What are they?

On the one hand, we have a defendant who has been charged with a criminal offense who is seeking to vindicate a constitutional right.

We have here a situation where the Government has violated his Fourth Amendment rights concededly by electronically invading premises in which he has a proprietary interest.

As a result of that electronic invasion, they have ripped certain benefits, they have ripped certain fruits, they have gathered certain evidence which they proposed to offer against him because they are saying you have no standing, and it was not your conversation sir.

On the other hand, you’ll have the competing social value of the two persons who thought they were talking privately maybe even against the defendant himself.

Now, what is their right?

We are weighing a common law right to privacy of these people against a constitutional right of the defendant.

What can be involved in that common law right to privacy?

It may be a pecuniary interest, well if it’s a pecuniary interest, I’m sure the Court will agree that it should be subordinated to the defendant’s constitutional right and the right to privacy can be safe guarded effectively I suggest to the Court insofar as protective orders can be fashioned and tailored by the trial judge to protect those third persons from unnecessary disclosure.

And it’s been our experience, if the Court please, that in everyone of the hearings which have been conducted as a result of an illicit electronic surveillance, the defendant himself has asked for protective orders because he does not want to proliferate the damage resulting from the Government’s invasion of his privacy and so to can protective orders be fashioned to protect insofar as possible the right to privacy from further damage as far as third persons are concerned.

Abe Fortas:

Guess what, in our sense that’s what we’re talking about here as one of those protective orders of the, in order to achieve one of those protective orders is if necessary to give the court the power to examine the logs in camera and to suppressed them for example that A and B and the situations that you’re talking about that you put not to the defendant if they — and they were talking about bumping of the defendant, I think that’s —

Edward Benett Williams:

That’s —

Abe Fortas:

— kind of a situation that people think about in connection with cases of these types and shouldn’t there be some mechanism by which the Court can examine that log in camera in there suppress it.

Edward Benett Williams:

Let’s make —

Abe Fortas:

And maybe that’s rare, I don’t know enough of that —

Edward Benett Williams:

Well, but Your Honor, I think you have pinpointed the situation that may constitute one-tenth of 100% of the cases and I think that even in that situation that the rights of the participants in the conversation can be effectively safeguarded.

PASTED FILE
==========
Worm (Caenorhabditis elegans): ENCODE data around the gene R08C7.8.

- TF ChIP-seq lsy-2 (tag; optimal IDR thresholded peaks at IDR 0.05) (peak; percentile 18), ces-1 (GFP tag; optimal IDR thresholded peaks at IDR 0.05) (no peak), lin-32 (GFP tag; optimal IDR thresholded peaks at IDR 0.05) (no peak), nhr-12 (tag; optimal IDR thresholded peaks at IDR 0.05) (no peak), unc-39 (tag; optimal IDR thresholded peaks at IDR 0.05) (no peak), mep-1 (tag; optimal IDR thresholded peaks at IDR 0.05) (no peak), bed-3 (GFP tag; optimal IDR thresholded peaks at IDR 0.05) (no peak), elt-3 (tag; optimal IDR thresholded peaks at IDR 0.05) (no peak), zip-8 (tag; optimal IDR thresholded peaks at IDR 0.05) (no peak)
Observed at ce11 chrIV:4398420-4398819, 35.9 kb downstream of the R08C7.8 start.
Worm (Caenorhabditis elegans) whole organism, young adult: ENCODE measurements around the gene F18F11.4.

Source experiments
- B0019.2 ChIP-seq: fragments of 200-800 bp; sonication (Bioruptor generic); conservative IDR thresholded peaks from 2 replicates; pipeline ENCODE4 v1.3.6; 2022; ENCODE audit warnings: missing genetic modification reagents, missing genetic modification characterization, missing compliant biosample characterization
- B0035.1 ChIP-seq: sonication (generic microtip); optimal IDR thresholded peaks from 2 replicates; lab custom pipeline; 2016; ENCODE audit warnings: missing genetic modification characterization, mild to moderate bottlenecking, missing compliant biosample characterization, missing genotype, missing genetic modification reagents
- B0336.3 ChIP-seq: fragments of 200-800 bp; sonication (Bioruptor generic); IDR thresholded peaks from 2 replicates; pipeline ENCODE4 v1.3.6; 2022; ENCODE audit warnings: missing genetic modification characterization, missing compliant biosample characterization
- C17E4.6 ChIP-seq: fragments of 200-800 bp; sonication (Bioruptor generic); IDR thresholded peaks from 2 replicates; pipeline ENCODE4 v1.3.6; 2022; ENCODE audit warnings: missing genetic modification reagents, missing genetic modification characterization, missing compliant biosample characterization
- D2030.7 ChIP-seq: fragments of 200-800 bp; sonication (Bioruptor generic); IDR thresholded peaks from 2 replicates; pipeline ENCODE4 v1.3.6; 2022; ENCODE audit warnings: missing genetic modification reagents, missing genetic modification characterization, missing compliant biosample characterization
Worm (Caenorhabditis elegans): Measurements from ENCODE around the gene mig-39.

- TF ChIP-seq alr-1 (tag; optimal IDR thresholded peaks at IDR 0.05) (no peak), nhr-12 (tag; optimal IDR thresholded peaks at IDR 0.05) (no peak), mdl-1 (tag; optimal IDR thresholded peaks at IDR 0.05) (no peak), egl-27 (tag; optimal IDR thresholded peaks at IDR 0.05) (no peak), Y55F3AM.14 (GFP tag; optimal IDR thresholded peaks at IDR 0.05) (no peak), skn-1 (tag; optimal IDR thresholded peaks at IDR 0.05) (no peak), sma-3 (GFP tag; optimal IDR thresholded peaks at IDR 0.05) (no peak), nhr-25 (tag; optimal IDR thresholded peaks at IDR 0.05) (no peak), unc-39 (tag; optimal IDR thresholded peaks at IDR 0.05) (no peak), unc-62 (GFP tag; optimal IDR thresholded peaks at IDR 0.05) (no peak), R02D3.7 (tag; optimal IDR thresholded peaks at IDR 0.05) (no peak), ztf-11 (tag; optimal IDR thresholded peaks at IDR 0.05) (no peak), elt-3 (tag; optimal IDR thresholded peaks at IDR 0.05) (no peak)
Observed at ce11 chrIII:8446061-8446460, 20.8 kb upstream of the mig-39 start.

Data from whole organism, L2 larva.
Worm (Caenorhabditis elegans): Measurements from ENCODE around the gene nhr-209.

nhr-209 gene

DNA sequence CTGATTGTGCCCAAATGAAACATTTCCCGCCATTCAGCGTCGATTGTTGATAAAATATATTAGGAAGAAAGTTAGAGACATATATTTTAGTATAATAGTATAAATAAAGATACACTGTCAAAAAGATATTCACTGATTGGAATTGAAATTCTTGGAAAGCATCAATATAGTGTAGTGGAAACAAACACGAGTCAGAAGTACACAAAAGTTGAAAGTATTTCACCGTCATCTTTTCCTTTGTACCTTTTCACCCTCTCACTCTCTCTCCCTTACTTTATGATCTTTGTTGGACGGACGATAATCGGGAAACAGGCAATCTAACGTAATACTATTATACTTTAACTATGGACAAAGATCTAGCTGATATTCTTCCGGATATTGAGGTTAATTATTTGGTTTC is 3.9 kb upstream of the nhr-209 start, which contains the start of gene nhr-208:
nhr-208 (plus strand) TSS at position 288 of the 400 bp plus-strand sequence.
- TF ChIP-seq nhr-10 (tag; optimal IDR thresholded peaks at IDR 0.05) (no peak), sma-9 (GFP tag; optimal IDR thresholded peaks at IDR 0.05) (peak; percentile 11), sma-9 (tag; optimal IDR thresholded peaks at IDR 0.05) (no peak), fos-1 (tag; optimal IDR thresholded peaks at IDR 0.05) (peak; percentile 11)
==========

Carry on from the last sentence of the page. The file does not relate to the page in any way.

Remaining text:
If in fact, we have a realization of the bizarre hypothesis that two people on the premises are talking about eliminating the proprietor.

Then and in that case, the Government I suggest to the Court has the choice of providing those persons with the same kind of protection that it provides to material witnesses in many cases where these interests are at stake or alternatively, if it does not wish to do that and wants to exalt their rights over and above the interest of the sovereignty to go forth with the prosecution.

They can dismiss the prosecution but I do suggest Your Honor, that it is not practical, it is not feasible, it is not possible for a trial judge sitting in camera to make a determination as to whether any of the logs, memoranda, or materials resulting from the electronic surveillance where used by the Government in developing leads.

I want to give the Court just one illustration of that and it’s cited in our brief.

We have a case where there is a boilerplate indictment for income tax evasion charging the defendant in the typical language with evading taxes for a given year.

The only thing they ever change in those indictments of the year and the amounts of money.

Now, unlike Jenks Act materials if the Court please, unlike grand jury testimony, if the Court please, when we talk about a trial judge looking at the large memoranda and records of an electronic surveillance, we’re talking about packing cases filled with materials, not sheets of paper and we’re asking a trial judge to build a superhuman task of judge deposing packing cases of electronically monitored conversations against the skill of (Inaudible) of a criminal indictment using the wildest lights of his imaginative powers as suggested by the Solicitor General to determine whether the Government seize on any of those conversations and developed a lead.

Here’s the case where the trial judge spent four weeks reading the documents.

They were so voluminous that he had to delegate the reading to another judge who helped him and together they took four weeks reading them and they came up with the answer which you would expect that there was nothing that they could find relevant.

But when the trial of the case came on, this conversation which I submit no one could’ve determined was arguably relevant to the indictment turned out to be the origin of a lethal chain of proof.